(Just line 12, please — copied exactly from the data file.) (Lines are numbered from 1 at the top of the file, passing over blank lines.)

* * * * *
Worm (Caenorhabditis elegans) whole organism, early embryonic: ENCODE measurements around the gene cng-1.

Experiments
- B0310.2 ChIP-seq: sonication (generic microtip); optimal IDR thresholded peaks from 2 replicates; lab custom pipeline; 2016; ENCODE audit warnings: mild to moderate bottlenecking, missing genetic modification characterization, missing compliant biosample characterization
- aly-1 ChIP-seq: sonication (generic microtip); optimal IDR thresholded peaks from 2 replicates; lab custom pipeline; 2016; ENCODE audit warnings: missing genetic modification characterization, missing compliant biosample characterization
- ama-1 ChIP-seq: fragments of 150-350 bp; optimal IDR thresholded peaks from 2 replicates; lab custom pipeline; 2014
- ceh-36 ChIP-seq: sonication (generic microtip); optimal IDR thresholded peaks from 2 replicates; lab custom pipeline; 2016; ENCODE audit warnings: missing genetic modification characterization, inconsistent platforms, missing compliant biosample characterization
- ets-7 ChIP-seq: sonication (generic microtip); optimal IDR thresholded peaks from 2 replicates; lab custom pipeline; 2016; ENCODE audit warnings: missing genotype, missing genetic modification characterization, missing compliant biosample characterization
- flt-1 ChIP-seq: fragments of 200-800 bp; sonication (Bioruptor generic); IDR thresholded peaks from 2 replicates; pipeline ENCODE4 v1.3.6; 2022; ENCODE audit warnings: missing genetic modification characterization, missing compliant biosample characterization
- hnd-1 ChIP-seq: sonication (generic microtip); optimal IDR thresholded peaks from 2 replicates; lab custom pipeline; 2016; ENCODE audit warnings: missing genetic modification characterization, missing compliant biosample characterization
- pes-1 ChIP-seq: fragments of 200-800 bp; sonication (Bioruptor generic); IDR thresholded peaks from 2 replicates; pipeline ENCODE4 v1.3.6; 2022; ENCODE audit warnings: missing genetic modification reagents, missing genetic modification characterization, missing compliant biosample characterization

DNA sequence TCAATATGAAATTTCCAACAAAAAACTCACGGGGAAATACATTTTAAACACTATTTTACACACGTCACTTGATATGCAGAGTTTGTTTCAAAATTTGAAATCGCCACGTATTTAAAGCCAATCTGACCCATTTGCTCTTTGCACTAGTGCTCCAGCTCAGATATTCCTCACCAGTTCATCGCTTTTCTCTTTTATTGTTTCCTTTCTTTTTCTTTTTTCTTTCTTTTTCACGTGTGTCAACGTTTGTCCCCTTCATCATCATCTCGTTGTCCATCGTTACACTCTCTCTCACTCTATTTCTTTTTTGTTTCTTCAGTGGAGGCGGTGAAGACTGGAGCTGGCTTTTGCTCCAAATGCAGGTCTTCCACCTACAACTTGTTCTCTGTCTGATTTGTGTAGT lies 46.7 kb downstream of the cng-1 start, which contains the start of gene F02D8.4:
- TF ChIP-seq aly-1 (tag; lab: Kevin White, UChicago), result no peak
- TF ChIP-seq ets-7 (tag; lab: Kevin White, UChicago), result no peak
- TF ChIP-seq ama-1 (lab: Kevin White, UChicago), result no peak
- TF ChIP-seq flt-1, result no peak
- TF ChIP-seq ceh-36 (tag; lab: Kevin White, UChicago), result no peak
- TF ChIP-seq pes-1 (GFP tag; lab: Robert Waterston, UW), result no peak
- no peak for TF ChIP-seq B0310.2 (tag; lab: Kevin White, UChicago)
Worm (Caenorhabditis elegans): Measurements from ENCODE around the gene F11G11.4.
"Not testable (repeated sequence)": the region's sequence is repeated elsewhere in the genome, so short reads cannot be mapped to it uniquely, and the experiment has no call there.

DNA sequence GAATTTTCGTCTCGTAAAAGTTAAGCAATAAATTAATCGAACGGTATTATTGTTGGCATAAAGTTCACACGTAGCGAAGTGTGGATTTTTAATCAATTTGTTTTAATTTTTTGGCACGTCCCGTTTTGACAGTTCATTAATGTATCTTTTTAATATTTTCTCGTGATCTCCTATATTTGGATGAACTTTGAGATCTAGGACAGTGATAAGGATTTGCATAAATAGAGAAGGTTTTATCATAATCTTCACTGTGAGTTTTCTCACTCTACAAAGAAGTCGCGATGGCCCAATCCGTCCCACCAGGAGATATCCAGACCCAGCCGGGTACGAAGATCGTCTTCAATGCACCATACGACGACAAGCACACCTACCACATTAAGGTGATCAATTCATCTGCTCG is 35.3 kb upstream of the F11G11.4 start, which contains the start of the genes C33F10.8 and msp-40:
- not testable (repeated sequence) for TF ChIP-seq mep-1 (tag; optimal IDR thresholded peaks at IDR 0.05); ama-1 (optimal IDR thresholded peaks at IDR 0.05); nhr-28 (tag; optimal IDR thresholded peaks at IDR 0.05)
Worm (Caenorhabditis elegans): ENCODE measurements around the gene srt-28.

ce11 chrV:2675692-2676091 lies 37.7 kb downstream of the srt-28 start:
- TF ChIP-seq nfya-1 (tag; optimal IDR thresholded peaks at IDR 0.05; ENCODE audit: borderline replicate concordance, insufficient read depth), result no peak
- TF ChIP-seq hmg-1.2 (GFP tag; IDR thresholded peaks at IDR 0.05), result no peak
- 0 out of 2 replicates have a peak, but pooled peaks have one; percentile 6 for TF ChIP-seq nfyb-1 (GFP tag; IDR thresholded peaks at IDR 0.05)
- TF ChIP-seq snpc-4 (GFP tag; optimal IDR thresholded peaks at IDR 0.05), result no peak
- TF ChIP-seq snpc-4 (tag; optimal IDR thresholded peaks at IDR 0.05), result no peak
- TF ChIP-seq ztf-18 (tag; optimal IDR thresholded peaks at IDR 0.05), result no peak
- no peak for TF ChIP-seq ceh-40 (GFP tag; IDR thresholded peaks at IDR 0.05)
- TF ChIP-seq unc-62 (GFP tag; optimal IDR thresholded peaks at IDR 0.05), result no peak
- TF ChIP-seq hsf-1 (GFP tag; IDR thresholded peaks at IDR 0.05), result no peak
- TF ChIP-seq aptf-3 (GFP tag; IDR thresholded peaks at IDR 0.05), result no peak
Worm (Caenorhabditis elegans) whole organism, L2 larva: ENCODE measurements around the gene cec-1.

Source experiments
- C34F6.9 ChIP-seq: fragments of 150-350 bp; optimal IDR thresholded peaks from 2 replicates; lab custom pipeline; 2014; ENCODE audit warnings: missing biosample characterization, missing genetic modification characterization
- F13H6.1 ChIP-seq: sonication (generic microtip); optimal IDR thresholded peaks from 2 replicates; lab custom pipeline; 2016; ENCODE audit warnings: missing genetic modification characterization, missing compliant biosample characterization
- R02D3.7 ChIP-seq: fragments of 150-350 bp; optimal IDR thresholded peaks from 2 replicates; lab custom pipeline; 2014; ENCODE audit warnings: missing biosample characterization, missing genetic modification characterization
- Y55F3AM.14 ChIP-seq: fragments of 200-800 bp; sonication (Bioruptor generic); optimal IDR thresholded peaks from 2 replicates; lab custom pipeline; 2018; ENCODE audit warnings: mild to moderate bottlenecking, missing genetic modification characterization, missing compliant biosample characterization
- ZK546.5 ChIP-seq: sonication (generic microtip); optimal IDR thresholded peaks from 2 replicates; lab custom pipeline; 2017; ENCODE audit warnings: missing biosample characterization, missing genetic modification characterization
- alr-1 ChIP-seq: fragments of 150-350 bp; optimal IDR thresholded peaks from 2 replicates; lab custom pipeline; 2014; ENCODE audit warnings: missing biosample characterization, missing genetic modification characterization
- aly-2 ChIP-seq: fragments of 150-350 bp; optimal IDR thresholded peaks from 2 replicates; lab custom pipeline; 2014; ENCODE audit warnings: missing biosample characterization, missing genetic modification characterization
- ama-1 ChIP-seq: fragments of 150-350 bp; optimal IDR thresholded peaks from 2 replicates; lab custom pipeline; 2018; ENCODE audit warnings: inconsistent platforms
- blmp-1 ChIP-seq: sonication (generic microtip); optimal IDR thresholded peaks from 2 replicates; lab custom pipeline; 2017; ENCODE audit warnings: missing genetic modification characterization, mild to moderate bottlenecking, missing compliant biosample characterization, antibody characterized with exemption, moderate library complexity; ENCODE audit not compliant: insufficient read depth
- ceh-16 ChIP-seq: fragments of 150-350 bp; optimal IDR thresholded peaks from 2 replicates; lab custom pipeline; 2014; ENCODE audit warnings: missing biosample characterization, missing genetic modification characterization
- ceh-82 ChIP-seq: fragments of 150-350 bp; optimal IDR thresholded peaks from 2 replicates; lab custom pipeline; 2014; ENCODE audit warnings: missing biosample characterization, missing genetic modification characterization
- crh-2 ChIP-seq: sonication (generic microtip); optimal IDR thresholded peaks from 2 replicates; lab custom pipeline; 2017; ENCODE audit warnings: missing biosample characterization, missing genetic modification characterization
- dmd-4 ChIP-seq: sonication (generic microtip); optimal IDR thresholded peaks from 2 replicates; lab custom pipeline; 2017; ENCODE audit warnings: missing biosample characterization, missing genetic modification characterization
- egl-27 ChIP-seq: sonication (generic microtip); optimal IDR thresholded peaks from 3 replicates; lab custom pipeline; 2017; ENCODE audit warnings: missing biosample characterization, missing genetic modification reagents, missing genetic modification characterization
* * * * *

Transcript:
- TF ChIP-seq aly-1 (tag; lab: Kevin White, UChicago), result no peak